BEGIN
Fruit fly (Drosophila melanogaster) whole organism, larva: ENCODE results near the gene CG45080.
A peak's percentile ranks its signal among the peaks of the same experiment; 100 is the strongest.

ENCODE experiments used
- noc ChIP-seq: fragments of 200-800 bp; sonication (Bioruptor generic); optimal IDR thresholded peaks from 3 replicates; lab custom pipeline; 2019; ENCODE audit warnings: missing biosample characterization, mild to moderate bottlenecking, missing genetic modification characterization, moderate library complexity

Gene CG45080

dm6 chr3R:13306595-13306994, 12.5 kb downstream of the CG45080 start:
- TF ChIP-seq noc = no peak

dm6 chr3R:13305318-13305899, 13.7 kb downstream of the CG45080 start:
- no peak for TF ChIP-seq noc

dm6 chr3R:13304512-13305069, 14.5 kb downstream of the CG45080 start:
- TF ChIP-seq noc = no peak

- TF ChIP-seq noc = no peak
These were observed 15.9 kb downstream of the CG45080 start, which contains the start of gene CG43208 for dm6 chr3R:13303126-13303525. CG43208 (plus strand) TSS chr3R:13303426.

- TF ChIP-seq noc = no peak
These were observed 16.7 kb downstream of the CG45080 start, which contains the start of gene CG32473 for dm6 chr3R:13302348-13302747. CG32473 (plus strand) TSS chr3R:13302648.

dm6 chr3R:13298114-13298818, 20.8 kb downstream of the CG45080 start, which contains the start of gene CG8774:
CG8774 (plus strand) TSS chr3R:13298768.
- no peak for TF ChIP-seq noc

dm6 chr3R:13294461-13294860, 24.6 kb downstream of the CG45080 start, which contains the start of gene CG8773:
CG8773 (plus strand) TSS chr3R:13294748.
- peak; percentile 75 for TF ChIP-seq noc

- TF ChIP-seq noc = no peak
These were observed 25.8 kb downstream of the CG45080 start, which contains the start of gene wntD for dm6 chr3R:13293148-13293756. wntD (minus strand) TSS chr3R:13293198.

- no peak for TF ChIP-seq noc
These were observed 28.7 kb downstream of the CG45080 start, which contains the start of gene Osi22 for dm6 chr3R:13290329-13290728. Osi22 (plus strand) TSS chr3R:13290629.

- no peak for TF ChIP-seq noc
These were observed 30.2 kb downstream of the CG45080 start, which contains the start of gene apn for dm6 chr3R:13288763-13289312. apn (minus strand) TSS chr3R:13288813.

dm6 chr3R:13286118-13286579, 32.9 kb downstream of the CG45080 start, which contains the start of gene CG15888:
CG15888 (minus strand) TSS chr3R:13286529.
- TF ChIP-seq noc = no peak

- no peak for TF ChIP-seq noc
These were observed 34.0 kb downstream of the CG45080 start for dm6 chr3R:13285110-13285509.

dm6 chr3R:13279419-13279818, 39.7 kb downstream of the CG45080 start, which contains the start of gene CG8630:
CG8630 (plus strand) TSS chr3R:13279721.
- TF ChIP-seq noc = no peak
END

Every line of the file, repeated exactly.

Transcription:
Fruit fly (Drosophila melanogaster) whole organism, larva: ENCODE results near the gene CG45080.
A peak's percentile ranks its signal among the peaks of the same experiment; 100 is the strongest.

ENCODE experiments used
- noc ChIP-seq: fragments of 200-800 bp; sonication (Bioruptor generic); optimal IDR thresholded peaks from 3 replicates; lab custom pipeline; 2019; ENCODE audit warnings: missing biosample characterization, mild to moderate bottlenecking, missing genetic modification characterization, moderate library complexity

Gene CG45080

dm6 chr3R:13306595-13306994, 12.5 kb downstream of the CG45080 start:
- TF ChIP-seq noc = no peak

dm6 chr3R:13305318-13305899, 13.7 kb downstream of the CG45080 start:
- no peak for TF ChIP-seq noc

dm6 chr3R:13304512-13305069, 14.5 kb downstream of the CG45080 start:
- TF ChIP-seq noc = no peak

- TF ChIP-seq noc = no peak
These were observed 15.9 kb downstream of the CG45080 start, which contains the start of gene CG43208 for dm6 chr3R:13303126-13303525. CG43208 (plus strand) TSS chr3R:13303426.

- TF ChIP-seq noc = no peak
These were observed 16.7 kb downstream of the CG45080 start, which contains the start of gene CG32473 for dm6 chr3R:13302348-13302747. CG32473 (plus strand) TSS chr3R:13302648.

dm6 chr3R:13298114-13298818, 20.8 kb downstream of the CG45080 start, which contains the start of gene CG8774:
CG8774 (plus strand) TSS chr3R:13298768.
- no peak for TF ChIP-seq noc

dm6 chr3R:13294461-13294860, 24.6 kb downstream of the CG45080 start, which contains the start of gene CG8773:
CG8773 (plus strand) TSS chr3R:13294748.
- peak; percentile 75 for TF ChIP-seq noc

- TF ChIP-seq noc = no peak
These were observed 25.8 kb downstream of the CG45080 start, which contains the start of gene wntD for dm6 chr3R:13293148-13293756. wntD (minus strand) TSS chr3R:13293198.

- no peak for TF ChIP-seq noc
These were observed 28.7 kb downstream of the CG45080 start, which contains the start of gene Osi22 for dm6 chr3R:13290329-13290728. Osi22 (plus strand) TSS chr3R:13290629.

- no peak for TF ChIP-seq noc
These were observed 30.2 kb downstream of the CG45080 start, which contains the start of gene apn for dm6 chr3R:13288763-13289312. apn (minus strand) TSS chr3R:13288813.

dm6 chr3R:13286118-13286579, 32.9 kb downstream of the CG45080 start, which contains the start of gene CG15888:
CG15888 (minus strand) TSS chr3R:13286529.
- TF ChIP-seq noc = no peak

- no peak for TF ChIP-seq noc
These were observed 34.0 kb downstream of the CG45080 start for dm6 chr3R:13285110-13285509.

dm6 chr3R:13279419-13279818, 39.7 kb downstream of the CG45080 start, which contains the start of gene CG8630:
CG8630 (plus strand) TSS chr3R:13279721.
- TF ChIP-seq noc = no peak